Banjo’s Damien Patton

Damien Patton, CEO and Founder of Banjo

Damien Patton is the CEO & Founder of Banjo. Founded in 2011, Banjo offers its users an all access pass to breaking news and live events. Known as “The live Internet,” Banjo offers users the ability to experience what’s happening anywhere through the eyes of the people who are there by sorting the world’s largest collection of social posts by location, time and content.

Banjo was conceived as a result of a missed connection at Boston’s Logan Airport. The goal was to keep users up to date with news and information, as well as location. Banjo has since evolved into one of the fastest growing companies in the location space with millions of users worldwide. The app has been featured on The Today Show, Fox Business, as well as local NBC and Fox affiliates. In 2013, Banjo was named one of the World’s Top 10 Most Innovative Companies in Local by Fast Company and recognized as a top mobile developer by Google in 2012.

Banjo is Patton’s fourth entrepreneurial venture. He previously served two tours of duty for the US Navy in Desert Storm and as Chief Mechanic for the Lowe’s racing team in NASCAR. Patton speaks frequently at conferences on subjects ranging from social, mobile and location-based technology to agile development and privacy. He currently serves as an advisor to a wide range of startups and was chosen to be a mentor for the Harvard Innovation Lab and Silicon Valley Immersion Experience Program (IXP).

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Matthew Winkler, Bloomberg News Editor-in-Chief, on the Most Pressing Issues in Business Journalism Today



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Matthew Winkler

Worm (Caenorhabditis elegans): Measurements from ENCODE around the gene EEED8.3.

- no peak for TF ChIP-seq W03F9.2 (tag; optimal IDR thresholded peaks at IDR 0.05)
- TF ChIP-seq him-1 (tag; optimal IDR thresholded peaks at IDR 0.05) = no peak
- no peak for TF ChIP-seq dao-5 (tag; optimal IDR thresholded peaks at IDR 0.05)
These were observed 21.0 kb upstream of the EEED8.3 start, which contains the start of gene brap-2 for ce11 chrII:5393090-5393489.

Few people in journalism today can claim the reputation of Matthew Winkler, the long-time, bow-tied editor-in-chief of Bloomberg News.
A Kenyon College graduate who kicked off his career at the Ohio-based Mount Vernon News, Winkler spent 10 years as a financial reporter for The Wall Street Journal, Barron’s and Dow Jones before co-founding Bloomberg News with the service’s namesake, former New York City Mayor Michael Bloomberg, in 1990. From 1991 until 1994 he was also a markets columnist for Forbes. Winkler has penned two books, The Bloomberg Way: A Guide for Reporters and Editors, and Bloomberg by Bloomberg, which he co-authored.

Under the stewardship of Winkler, Bloomberg News has been nominated for two Pulitzer Prizes and has won more than 500 awards, according to his bio on the Bloomberg website. This includes the George Polk, Gerald Loeb, Investigative Reports & Editors and Society of Professional Journalists awards. Winkler himself is the recipient of the 2007 Gerald Loeb Foundation Lifetime achievement award.

But Bloomberg has not been immune to the changes many mainstream news organizations have been grappling with in recent years: In November the company laid off around 40 journalists across multiple departments, while also planning the expansion of coverage in emerging markets. Just prior to the layoffs, Bloomberg News and Winkler in particular were questioned by other media outlets over the company’s coverage policies in China.

Winkler joins us at Stanford University on Wednesday, February 5 at 12:15 pm PT to discuss the changing face of business journalism and the most pressing issues in the sector today.